Media Buying and Inbound Marketing Blog

How Attorneys Can Use Social Media-It's Not Just Networking!

By Jane Peters on January 4, 2013 |

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The growth of social media has changed how we communicate in today’s world. People are usingsocial media for attorneys their phones, computers, and Ipads to go online for information and news and to post their own updates to family and friends on their social networks daily.

More than a billion people connect every day using social networking websites like Facebook, LinkedIn, Twitter and YouTube and they aren’t all teenagers.  Networking sites are seeing a huge rise in adult membership, including senior lawyers.

How are law firms using social media?  Check with your associates.  You will find that the younger lawyers at your firm are already using Facebook and most have their profiles posted on LinkedIn. Twitter is becoming more popular, so many will be regular “Tweeters”.  Knowing your way around the new technology is essential for attorneys today.

Social Media Can Help Your Firm:

  • Increase your overall exposure online
  • Increase your brand awareness
  • Improve your SEO rankings for your website
  • Increase referrals from colleagues and friends

 

Besides networking with colleagues and friends, promoting your firm and attracting new employees, social media is playing a role in the courtroom, too.

With the surge of social networking websites, including Facebook and Twitter, it is easier and less expensive to obtain surveillance on the opposing side in cases involving auto accidents, workers’ compensation, divorce cases, custody cases and even murder cases.  A recent Florida case set new precedents for attorneys using social media.

Using their own admissions in writing or using incriminating photos that they posted can be very powerful.

In the past five years, United States District Courts in New Jersey, California, and Ohio have all noted that there is no reasonable expectation of privacy when an individual chooses to disclose information, even on websites.

Facebook states that disclosed information “may” become publicly available. Many other social sites have similar rules.  The courts have permitted the use of information found on social networking sites in cases where there is a relationship to the litigation, despite privacy concerns and objections.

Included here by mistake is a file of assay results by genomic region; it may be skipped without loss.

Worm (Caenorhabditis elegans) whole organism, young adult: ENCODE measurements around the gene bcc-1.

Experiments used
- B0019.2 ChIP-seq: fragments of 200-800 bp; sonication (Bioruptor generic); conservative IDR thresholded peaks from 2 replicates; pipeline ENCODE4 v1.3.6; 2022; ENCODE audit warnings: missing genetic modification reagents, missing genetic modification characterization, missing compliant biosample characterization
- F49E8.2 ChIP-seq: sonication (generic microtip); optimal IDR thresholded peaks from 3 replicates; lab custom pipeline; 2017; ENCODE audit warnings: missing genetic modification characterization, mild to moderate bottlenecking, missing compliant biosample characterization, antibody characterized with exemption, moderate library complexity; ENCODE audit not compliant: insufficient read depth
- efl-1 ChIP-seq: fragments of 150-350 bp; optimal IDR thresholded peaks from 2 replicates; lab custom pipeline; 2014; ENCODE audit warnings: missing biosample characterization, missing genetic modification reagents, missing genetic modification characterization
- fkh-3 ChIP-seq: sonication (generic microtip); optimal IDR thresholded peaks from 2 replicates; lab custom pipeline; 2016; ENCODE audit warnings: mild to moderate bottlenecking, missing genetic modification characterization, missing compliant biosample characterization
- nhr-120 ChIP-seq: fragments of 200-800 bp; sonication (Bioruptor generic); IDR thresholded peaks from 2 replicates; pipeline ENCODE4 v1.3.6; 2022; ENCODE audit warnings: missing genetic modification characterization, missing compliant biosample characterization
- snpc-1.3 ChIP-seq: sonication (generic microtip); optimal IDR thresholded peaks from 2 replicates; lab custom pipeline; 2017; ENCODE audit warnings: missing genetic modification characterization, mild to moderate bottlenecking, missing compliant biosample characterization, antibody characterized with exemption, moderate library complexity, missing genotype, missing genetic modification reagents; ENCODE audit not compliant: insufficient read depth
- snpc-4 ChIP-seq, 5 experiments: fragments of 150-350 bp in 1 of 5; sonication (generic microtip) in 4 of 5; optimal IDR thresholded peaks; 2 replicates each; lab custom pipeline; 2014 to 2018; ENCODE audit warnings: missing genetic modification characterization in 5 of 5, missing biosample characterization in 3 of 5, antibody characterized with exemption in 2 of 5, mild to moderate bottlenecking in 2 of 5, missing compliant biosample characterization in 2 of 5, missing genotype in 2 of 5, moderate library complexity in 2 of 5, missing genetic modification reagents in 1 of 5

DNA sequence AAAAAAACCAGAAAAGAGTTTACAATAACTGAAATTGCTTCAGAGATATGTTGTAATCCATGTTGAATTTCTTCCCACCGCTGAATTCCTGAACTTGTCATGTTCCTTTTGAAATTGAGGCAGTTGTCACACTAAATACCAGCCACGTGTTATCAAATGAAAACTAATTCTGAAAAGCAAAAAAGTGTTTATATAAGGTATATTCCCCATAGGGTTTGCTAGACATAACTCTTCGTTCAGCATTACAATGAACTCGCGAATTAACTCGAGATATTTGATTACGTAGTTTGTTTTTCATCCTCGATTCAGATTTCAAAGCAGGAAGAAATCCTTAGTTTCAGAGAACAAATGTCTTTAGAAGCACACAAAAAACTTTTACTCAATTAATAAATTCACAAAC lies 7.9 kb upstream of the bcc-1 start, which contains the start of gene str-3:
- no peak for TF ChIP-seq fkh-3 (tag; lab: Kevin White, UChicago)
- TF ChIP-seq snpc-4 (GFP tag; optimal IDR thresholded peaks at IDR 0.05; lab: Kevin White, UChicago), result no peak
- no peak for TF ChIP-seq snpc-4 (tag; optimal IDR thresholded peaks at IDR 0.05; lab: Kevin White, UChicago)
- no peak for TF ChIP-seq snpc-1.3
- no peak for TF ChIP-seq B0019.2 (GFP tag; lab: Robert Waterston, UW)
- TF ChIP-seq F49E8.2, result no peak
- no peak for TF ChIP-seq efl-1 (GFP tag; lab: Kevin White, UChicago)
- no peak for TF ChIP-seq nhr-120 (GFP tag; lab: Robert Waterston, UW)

Don’t ignore social media as a source for information while litigating your cases. Investigating social media can easily be accomplished without the use of a private investigator.

It’s easy but be careful. You cannot send the person you are investigating a connection request.  This is considered entrapment. Even if the person accepts your request it may be seen as an infringement of the person’s rights.

Should the person send you a request, you should print the screen that shows the request was initiated by that person.

Twitter does not it require you to be someone’s “friend” to observe his or her activity.  There have been cases where social posts have revealed activities and pictures that contradict the opposing side’s claims. These can be presented to the judge during litigation.

The use of social networking sites for discovery purposes is not only useful, in many cases it is recommended.  Should you find something useful to your case, it is important to act quickly. You may want to file a motion with the court to avoid the destruction or deletion of any useful website information. You should also take steps to protect your own privacy during the search.

Also keep in mind, there have been numerous examples of cases put in real jeopardy because of prosecutors and judges posting on Facebook or jurors twittering mid-trial.

You can’t afford to ignore social media.  However, you decide to use them, you need to become familiar with them and learn how to use them to your best advantage.

                                             Inbound

 


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